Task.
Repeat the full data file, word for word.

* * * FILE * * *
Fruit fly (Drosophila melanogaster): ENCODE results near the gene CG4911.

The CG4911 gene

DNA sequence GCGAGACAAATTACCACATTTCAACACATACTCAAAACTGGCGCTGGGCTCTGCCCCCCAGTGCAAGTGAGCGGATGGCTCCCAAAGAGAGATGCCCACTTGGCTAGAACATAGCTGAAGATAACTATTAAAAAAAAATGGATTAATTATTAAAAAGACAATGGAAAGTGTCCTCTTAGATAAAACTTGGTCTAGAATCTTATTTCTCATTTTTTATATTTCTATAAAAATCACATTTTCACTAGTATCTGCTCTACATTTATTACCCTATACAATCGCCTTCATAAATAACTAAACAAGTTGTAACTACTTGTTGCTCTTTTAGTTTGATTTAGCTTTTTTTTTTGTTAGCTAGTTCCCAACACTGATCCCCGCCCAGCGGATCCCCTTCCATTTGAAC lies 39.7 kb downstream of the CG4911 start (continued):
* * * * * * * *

Fruit fly (Drosophila melanogaster): ENCODE results near the gene CG4911.

The CG4911 gene

DNA sequence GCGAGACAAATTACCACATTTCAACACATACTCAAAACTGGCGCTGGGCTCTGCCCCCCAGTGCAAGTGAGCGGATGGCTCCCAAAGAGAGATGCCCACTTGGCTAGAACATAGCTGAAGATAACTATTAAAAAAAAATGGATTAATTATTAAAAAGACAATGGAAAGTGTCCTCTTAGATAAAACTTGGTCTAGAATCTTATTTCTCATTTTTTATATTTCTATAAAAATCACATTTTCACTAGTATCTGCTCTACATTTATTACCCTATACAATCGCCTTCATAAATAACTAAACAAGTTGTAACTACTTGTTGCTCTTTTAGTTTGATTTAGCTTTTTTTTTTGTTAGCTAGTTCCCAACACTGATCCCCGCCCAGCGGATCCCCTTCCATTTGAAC lies 39.7 kb downstream of the CG4911 start (continued):